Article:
Children’s culture is multifarious and pluralistic, displaying layers of subcultures, meanings, and adult influences, extending from infancy through pubescence. It is recognized that the arts contribute significantly to promoting children’s wellbeing. Symbolic self-expression through the arts allows children to express complex feelings and hybrid identities. It supports validating individual and collective identities. It not only empowers children but also helps to improve their health and wellbeing. This chapter provides a review of the literature on the role of art and creativity in child wellbeing and socialization. Much of the literature is written by therapists, educators in the arts, and scholars in psychology and sociology. Each of these disciplines adopts a standpoint to discuss children’s wellbeing and happiness, sometimes at variance with each other. The foci of this review include (a) an overview of child wellbeing and the arts in the Western history; (b) the arts and play in child culture; and (c) the spiritual benefits of the arts. The discussion at the end offers a critique of some current views of children and the arts, reveals gaps in existing literature, and outlines suggestions for future research directions for child wellbeing in the arts from a holistic perspective. Copyright © 2014 Springer Science+Business Media Dordrecht.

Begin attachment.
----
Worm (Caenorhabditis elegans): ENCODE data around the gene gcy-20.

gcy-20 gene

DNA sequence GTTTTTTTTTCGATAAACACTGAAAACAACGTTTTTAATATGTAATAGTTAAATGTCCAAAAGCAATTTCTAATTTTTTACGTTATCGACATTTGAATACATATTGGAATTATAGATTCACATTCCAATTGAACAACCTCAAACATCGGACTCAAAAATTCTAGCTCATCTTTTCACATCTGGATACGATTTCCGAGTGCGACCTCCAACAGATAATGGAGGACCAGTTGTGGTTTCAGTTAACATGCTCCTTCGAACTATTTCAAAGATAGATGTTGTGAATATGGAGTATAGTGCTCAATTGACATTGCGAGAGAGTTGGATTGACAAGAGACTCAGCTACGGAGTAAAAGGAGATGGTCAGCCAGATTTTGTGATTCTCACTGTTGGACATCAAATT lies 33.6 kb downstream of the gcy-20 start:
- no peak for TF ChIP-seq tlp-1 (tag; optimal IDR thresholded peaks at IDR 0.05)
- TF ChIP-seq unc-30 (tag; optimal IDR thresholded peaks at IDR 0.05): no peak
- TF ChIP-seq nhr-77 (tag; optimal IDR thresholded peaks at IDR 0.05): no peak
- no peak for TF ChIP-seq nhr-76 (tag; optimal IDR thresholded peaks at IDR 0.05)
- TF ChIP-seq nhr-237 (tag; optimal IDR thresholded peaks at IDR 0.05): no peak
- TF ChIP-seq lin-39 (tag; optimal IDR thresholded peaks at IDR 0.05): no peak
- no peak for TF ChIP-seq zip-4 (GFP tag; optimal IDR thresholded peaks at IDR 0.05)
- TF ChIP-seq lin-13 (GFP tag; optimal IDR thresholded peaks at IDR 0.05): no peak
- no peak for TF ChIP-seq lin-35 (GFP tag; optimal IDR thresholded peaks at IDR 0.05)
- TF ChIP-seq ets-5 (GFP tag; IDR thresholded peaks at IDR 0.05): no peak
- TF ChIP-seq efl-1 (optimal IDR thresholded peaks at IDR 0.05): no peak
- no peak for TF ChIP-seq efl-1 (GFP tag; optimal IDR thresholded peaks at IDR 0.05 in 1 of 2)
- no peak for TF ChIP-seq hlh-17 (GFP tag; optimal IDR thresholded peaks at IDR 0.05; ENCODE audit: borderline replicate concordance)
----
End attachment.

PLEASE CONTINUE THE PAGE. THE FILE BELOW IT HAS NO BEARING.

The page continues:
|Title of host publication||Handbook of child well-being: Theories, methods and policies in global perspective|
|Editors||Asher BEN-ARIEH, Ferran CASAS, Ivar FRØNES, Jill E. KORBIN|
|Place of Publication||New York|
|Publication status||Published - 2014|
CitationLo, K. Y., & Matsunobu, K. (2014). Role of art and creativity in child culture and socialization. In A. Ben-Arieh, F. Casas, I. Frønes, & J. E. Korbin (Eds.), Handbook of child well-being: Theories, methods and policies in global perspective (pp. 1053-1078). New York: Springer.
- Spiritual experience
- Artistic activity
- Musical expression
- Spiritual awareness
- Relational consciousness